Friday, December 19, 2014


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Police Training Session Explains Use of Physical Force

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Rochester: Police Training Session Explains Use of Physical Force
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Police say physical force is used in less than one percent of all encounters. If by chance officers implement that force, people can sometimes criticize them for not finding a better solution. The Rochester Police Department says it prefers not to use physical force, but officers are ready if that becomes necessary.

Training begins in the classroom. That's where police recruits learn the concepts in governing the use of force, and when it is lawfully acceptable. According to the Rochester Police Department, the use of physical force is only used if necessary to control a situation or an individual.

"We want to put it out there, because inevitably there's going to be an instance that happens and questions are going to be asked, and we want to help mitigate those questions,” explained Officer Stephen Scott. “We want to show you before it happens how we're trained, what our officers are trained to do, and the professionalism that we use."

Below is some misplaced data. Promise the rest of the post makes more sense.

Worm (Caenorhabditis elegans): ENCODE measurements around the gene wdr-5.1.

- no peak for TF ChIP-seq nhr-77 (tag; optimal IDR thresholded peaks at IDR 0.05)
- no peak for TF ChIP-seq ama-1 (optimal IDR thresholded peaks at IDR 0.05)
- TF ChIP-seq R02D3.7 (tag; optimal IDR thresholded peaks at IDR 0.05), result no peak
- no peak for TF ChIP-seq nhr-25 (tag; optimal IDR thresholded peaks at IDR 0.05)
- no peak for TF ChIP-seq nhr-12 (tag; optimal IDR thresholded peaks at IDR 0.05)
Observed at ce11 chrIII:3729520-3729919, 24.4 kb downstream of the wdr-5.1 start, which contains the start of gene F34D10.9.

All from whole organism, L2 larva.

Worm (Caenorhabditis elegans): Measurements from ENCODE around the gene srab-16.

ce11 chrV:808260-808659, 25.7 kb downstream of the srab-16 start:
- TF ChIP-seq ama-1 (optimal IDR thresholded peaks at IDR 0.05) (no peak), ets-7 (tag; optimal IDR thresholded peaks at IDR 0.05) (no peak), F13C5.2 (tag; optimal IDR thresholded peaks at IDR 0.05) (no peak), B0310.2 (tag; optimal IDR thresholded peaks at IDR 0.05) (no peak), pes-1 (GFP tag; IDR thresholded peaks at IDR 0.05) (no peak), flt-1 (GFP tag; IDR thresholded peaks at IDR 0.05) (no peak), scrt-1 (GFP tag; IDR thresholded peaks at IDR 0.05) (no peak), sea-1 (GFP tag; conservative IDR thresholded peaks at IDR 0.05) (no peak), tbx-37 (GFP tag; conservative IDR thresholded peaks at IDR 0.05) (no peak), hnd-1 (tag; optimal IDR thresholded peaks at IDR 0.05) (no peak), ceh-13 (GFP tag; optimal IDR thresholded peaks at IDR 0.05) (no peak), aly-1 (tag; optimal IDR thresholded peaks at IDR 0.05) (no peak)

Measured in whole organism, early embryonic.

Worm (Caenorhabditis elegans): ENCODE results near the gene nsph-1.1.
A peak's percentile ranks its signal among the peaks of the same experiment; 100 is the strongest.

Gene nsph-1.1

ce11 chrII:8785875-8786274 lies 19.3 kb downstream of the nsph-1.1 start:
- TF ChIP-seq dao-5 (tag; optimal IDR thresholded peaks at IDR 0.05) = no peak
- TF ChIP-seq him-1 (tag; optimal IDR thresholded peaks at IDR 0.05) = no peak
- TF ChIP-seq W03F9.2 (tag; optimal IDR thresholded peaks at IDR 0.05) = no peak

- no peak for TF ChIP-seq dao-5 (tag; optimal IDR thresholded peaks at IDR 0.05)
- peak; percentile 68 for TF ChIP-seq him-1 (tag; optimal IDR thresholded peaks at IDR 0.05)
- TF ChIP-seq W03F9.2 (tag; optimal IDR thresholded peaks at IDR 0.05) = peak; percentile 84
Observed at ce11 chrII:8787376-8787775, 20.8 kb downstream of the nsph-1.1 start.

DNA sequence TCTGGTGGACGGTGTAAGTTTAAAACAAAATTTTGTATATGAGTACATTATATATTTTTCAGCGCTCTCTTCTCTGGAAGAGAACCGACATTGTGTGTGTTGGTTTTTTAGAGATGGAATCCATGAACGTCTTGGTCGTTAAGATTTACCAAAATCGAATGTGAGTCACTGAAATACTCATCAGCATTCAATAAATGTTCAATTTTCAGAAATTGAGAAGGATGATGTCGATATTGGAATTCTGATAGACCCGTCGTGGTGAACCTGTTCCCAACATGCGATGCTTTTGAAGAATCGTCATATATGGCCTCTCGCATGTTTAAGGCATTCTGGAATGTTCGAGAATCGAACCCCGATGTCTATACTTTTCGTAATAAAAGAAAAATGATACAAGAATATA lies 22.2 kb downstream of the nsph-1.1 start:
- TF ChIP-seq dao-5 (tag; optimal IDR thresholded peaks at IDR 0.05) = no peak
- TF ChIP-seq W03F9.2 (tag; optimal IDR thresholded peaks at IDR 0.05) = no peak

Officers take what they learned in the classroom to the PRISM room at the Public Safety Training Facility on Scottsville Road in Chili. There, they are faced with scenarios in which officers must determine whether to use deadly physical force to defuse a situation.

"The training is extensive,” said Sgt. Bob Duff, a training officer in professional development with RPD. “It involves re-enforcing what the law allows, what court decisions and what department policies provide for guidelines. But ultimately the decision is up to the officer, and they act based on the information available at their disposal."

Rochester police conducted a training session on the use of physical force for the media. YNN producer Veronica Chiesi Brown was one of the participants.

As producer of the early morning newscasts, Veronica interacts with police daily on overnight developments. She said the training has given her a greater appreciation of what types of split-second decisions officers face.

“They're always looked at as the bad guys, and even sometimes by us,” Chiesi Brown said. “People don't realize that you're not put in that life or death situation with your job everyday. They are. They're presented with people who are unpredictable, because people are unpredictable, everyday. That's what they get paid to do."

There are opportunities for the public to experience this type of training. Those interested should contact the chief’s office at RPD. ClientIP:, UserAgent: CCBot/2.0 ( Profile: TWCSAMLSP